Agri-tech start-ups are attracting big name investors in quest to use cutting-edge technology to transform agriculture

The agricultural market has experienced a decelerating growth due to pressure on fees paid to farmers. Trade environments around the world are changing as prices fluctuate due to global trade patterns and extreme weather events. Now, agri-tech start-ups are seeking to use technology to radically develop the agricultural industry and big tech players are getting involved as well.

Farmers Business Network (FBN), a Californian agri-tech startup, provides agronomic data on seeds, fertilisers, marketing and ecommerce platform for grains.

Indigo Agriculture, by applying algorithms and machine learning to databases, produces information based on which microbes are most beneficial to plant health. Another uses blockchain technology to allow companies to monitor crops in real time.

The use of data science and AI technology is crucial for securing production in the agricultural market. Farmers could protect themselves from weather patterns, secure the cost and selling price of their production and being included in a platform where they could exchange information and sell their products in a more convenient way.

Differentiating the most suitable seed for a specific environment, or selecting an environmentally friendly fertiliser capable of protecting crops, will boost farming output around the world.

Companies offering these and other such services are attracting investors keen to be involved with early leading players in what many see as a market primed for rapid expansion.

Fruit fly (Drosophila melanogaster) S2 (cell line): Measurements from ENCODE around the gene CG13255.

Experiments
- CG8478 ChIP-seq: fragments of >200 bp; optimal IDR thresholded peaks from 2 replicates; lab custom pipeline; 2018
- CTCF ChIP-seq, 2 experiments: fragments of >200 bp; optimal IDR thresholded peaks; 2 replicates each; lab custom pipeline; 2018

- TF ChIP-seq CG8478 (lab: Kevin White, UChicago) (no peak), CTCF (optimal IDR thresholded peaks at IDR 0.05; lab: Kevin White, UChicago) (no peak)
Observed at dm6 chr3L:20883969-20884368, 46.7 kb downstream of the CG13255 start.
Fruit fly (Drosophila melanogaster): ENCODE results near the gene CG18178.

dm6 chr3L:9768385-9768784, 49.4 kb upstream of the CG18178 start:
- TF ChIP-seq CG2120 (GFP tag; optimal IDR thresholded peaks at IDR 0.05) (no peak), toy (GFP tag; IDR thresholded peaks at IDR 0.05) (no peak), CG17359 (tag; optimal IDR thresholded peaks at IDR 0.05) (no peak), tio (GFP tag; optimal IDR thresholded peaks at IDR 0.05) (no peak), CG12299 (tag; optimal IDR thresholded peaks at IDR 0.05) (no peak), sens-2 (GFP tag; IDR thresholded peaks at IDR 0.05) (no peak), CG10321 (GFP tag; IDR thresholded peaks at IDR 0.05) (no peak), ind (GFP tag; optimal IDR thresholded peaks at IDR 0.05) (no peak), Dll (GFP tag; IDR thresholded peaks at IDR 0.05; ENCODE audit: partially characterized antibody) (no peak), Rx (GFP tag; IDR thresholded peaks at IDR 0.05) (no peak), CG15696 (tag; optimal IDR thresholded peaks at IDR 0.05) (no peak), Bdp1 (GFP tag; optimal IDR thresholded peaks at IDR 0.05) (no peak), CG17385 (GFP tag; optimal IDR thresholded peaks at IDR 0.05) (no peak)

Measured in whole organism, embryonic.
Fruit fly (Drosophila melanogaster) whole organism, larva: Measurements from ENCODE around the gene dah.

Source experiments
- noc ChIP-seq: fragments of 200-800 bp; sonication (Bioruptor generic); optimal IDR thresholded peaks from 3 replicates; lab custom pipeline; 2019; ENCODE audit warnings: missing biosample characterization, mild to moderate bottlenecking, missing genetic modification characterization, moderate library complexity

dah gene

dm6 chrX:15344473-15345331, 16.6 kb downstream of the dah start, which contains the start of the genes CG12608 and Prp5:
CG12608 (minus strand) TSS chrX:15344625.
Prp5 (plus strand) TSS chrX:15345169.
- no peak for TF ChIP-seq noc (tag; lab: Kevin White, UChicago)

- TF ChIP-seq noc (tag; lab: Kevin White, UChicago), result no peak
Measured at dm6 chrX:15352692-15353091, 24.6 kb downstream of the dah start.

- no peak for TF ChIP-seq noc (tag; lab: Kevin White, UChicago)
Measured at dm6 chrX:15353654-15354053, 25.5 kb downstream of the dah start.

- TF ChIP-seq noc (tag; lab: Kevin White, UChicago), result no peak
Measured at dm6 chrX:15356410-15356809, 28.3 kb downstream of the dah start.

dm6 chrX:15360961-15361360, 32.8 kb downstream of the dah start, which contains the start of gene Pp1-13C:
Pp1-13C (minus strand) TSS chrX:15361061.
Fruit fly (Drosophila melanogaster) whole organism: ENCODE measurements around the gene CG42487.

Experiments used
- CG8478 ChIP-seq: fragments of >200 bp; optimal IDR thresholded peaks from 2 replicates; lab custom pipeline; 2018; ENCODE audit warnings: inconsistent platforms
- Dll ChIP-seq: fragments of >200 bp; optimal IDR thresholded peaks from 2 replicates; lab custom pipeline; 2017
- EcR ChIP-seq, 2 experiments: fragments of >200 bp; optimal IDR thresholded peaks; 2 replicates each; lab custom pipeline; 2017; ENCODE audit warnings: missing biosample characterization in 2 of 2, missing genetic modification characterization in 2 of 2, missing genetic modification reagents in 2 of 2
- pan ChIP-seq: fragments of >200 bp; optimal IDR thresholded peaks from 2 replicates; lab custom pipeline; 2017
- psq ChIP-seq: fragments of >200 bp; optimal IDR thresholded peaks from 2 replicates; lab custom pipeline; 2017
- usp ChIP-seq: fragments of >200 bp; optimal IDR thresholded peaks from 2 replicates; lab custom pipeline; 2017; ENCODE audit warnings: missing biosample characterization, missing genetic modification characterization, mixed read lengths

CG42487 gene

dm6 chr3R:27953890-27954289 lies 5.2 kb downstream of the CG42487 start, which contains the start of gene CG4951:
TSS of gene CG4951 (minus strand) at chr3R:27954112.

After raising over $700m, investors see great potential in the combination of technology and farming

Google, through their venture capital fund and Temasek, a Singaporean state investment fund, have invested more than $100m into FBN since 2017. The Investment Corporation of Dubai invested over $250m in Indigo Agriculture, increasing its total finance more than $650m, where Pitchbook estimates its value at $3.2bn.

Data manipulation and AI guidance systems are a crucial component for agri-tech companies. By investing in agri-tech companies, Google will be able to collect and manipulate data, making the services of the Californian tech-firm commercially valuable to big agricultural players.

Other large tech players such as IBM are also getting involved; the company recently announced a partnership with Hello Tractor.

Leading investors appear set to follow the example, increasing the demand for agri-tech start-ups. However, hype has inflated valuations, which could hurt both the start-ups and the nascent market. Yet the growth potential of agri-tech and the possible benefits for the farming industry mean returns on investment could be substantial.

Agri-tech innovations will drive future agricultural growth

Production that is relatively unimpeded by microorganisms, weather events, and a plethora of other variables holds huge business potential thanks to advanced forecasting and data validation techniques.

3 Things That Will Change the World Today

Much more accurate predictions regarding yield and even estimated prices before crops are even harvested will secure business for young agri-tech firms.

Commodity prices would likely become more stable, helping leading agricultural players to improve margins without taking undue risk.

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